By Irvin Himmel
A responsibility may be both awesome and joyful, at times painful yet rewarding. This is the case with the weighty charge for which overseers in the church are accountable.
The Hebrew writers expresses the thought in this way:
Obey them that have the rule over you, and submit yourselves: for they watch for your souls, as they that must give account, that they may do it with joy, and not with grief: for that is unprofitable for you (13:17).
In the local church, according to the arrangement outlined in the New Testament, elders or bishops are the shepherds that have the rule or oversight of the flock. Paul said, “Let the elders that rule well be counted worthy of double honor, especially they who labor in the word and doctrine” (1 Tim. 5:17). The same apostle admonished the elders of the church at Ephesus, “Take heed therefore unto yourselves, and to all the flock, over the which the Holy Ghost hath made you overseers, to feed the church of God, which he hath purchased with his own blood” (Acts 20:28). The pastors of the flock must not rule in a manner that is dictatorial, domineering, and dogmatic. Peter warned elders not to be “lords over God’s heritage” (1 Pet 5:3). “They watch for your souls” is a statement which needs to be pondered, studied, and put into practice.
1. Watching for souls requires leading people in the way of the truth and right. Elders are not to make laws of their own but are to lead disciples in submitting to God’s will. They are to inform and instruct, applying the word of the Lord to specific cases, and helping the flock to follow Him who is the chief Shepherd. They are to be “ensamples” to the flock (1 Pet. 5:3). Their lives should exemplify humility, sincerity, wisdom, faith, love, and deeds of righteousness.
2. Watching for souls necessitates keen spiritual interest. In some churches of Christ it appears that elders have more interest in watching the finances than in watching for souls. They meet regularly to discuss the contributions, the budget, monetary support for preachers, building costs, etc., but show precious little concern in talking about how to win more souls to the Lord, what to do about sheep that have gone astray or jumped the fence, ways to devote more attention to souls that are in jeopardy, or why discipline is neglected in the church. Elders need to do more than watch the money; they watch for the souls committed to their charge.
3. Watching for souls takes times: Some men are chosen as overseers who either do not have the time or else are unwilling to take the time to do the work for which they are responsible. I am impressed with elders who take time to call on the weak, backsliders, or members who have been overtaken in a fault. Rather than acting disinterested, God-fearing shepherds go after the sheep which axe in trouble. Elders that have time to go to ball games; political rallies, picnics, school programs, etc. but no time to spend warning the unruly, admonishing the weak, and encouraging the fainthearted, should remember that they must give account before God.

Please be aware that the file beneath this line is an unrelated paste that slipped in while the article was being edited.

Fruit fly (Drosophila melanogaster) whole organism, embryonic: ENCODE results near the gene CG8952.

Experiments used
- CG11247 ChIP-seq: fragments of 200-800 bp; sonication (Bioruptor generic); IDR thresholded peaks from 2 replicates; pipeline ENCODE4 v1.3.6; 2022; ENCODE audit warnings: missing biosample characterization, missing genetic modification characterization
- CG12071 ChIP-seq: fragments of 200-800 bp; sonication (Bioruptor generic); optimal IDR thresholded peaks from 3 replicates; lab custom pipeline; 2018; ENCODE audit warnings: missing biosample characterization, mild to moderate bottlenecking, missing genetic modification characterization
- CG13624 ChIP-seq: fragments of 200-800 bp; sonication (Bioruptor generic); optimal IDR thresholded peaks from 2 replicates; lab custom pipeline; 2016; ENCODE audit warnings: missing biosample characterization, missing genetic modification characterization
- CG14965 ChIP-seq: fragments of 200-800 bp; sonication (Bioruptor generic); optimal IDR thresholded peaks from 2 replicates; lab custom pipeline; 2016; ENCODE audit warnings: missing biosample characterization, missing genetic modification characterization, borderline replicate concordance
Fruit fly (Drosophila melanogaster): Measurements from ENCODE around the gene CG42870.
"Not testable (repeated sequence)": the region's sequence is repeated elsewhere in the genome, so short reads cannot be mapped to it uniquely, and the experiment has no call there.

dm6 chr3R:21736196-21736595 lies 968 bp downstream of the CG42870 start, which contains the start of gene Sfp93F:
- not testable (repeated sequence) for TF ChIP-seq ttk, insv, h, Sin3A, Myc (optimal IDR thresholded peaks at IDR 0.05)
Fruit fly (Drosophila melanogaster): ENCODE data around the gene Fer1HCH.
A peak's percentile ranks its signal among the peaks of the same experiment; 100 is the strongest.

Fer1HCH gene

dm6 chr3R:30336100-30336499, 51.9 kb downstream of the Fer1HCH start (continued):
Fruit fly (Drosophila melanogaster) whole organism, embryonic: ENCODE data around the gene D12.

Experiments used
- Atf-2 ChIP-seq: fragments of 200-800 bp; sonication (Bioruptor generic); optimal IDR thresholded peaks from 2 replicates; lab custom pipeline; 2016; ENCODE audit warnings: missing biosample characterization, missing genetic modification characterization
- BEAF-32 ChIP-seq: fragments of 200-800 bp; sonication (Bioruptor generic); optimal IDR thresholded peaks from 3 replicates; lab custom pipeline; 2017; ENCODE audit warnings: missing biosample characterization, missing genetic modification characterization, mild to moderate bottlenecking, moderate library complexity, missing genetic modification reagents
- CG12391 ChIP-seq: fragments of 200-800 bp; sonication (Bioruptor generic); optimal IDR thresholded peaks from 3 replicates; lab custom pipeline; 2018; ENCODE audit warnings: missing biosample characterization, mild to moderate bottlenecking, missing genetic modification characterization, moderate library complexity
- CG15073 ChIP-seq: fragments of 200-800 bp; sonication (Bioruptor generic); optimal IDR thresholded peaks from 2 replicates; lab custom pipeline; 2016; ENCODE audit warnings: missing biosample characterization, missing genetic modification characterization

4. Watching for souls demands alertness. Shepherds need to know the flock. There needs to be an awareness of the spiritual. condition of the sheep. If a sheep shows signs of spiritual sickness or an inclination to waywardness, the shepherds ought to detect it and work on the problem. If grievous wolves are stalking about, faithful shepherds will demonstrate vigilance over the flock. Paul warned the Ephesian elders about grievous wolves which enter, not sparing the flock (Acts 20:29). Wide-awake elders are the kind that really watch for souls.
5. Watching for souls reflects faithfulness. Perhaps some overseers have forgotten that the most serious charge given to elders is to watch for souls. One is not faithful as an elder merely because he attends all the services of the church, or all the business meetings, or all the elders’ meetings. He is not faithful because he is a good husband and father, nor because he makes an honest living, nor because he teaches a Bible class. An elder who is truly faithful in his oversight of the church must watch for souls. H.E. Phillips observes in his book Scriptural Elders And Deacons, “This is the real purpose for which God ordained that elders be in every church: that each member would be watched and matured in such a way as to bring him into the judgment as a faithful child of God” (p. 211).
Elders have a solemn charge. It is no trifling matter to watch over the souls that make up the flock of Christ. One’s soul is his most priceless possession. To lose the soul is to lose everything. Soul-watching sums up the work of spiritual shepherds. No member of the flock should be annoyed if the elders speak to him about his conduct. Good and faithful bishops feel strongly the responsibility that they have to watch for our souls.
Truth Magazine XXIII: 31, p. 498
August 9, 1979